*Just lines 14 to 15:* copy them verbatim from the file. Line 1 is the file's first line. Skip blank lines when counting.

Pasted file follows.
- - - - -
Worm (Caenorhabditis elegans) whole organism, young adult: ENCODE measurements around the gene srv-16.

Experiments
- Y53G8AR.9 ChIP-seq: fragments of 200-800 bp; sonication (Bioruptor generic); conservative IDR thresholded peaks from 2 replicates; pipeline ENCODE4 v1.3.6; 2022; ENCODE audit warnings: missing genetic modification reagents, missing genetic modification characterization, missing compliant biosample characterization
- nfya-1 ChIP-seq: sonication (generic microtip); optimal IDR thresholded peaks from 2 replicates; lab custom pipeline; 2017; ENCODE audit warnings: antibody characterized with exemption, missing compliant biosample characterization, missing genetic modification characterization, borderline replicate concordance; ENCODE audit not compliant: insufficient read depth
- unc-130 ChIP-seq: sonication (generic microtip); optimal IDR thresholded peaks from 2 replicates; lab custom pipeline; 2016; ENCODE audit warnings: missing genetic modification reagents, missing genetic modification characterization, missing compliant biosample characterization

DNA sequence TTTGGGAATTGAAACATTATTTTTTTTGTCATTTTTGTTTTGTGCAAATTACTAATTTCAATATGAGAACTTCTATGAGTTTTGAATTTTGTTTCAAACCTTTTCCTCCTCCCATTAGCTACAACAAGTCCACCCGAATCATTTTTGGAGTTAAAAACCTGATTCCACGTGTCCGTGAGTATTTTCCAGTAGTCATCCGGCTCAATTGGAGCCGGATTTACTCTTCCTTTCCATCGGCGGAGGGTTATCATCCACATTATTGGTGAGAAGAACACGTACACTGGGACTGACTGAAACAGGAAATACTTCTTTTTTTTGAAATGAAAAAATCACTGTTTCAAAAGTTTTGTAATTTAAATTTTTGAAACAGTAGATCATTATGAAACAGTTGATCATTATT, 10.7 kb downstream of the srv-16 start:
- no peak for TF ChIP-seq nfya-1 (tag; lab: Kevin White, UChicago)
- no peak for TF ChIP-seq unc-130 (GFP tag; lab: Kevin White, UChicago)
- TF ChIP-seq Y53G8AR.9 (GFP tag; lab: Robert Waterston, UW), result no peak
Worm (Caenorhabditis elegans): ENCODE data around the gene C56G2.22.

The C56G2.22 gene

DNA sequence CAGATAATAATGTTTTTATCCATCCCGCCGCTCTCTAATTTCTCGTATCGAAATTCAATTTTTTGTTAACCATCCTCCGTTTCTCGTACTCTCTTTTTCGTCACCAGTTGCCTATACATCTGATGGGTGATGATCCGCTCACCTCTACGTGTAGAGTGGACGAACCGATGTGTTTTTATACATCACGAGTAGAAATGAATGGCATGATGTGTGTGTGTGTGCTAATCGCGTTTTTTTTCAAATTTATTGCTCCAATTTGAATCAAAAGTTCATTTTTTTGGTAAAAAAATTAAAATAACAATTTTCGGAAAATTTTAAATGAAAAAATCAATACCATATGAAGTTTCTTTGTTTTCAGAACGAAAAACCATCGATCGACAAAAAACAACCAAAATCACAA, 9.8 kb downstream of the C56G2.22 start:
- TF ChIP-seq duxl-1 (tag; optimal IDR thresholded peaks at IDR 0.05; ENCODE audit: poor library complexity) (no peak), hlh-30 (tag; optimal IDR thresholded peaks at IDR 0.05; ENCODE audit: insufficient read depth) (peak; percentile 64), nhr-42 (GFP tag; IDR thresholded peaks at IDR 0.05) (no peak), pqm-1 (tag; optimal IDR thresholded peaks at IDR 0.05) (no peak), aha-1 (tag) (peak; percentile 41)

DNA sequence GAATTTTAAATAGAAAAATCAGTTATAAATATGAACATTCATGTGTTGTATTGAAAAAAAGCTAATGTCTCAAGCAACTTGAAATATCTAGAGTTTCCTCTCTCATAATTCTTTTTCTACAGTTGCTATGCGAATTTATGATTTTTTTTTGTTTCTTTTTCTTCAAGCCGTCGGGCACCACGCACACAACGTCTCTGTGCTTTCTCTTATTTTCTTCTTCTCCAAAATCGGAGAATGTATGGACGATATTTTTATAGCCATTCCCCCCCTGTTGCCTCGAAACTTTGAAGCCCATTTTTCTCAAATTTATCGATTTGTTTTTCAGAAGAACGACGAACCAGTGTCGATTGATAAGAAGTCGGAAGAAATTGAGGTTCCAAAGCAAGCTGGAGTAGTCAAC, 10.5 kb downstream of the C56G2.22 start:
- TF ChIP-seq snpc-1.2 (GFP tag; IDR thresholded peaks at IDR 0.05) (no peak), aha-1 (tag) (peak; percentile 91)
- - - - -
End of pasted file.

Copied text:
DNA sequence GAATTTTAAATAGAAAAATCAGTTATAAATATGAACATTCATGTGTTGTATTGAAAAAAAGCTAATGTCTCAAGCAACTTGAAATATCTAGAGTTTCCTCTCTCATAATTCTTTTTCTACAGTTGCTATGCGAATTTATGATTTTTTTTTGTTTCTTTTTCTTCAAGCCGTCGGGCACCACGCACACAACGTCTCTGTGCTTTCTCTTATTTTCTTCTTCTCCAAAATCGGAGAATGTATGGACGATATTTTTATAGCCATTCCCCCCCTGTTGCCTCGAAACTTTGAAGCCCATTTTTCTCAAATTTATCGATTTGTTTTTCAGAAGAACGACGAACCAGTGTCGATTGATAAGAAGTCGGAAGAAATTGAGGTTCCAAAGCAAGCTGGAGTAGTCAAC, 10.5 kb downstream of the C56G2.22 start:
- TF ChIP-seq snpc-1.2 (GFP tag; IDR thresholded peaks at IDR 0.05) (no peak), aha-1 (tag) (peak; percentile 91)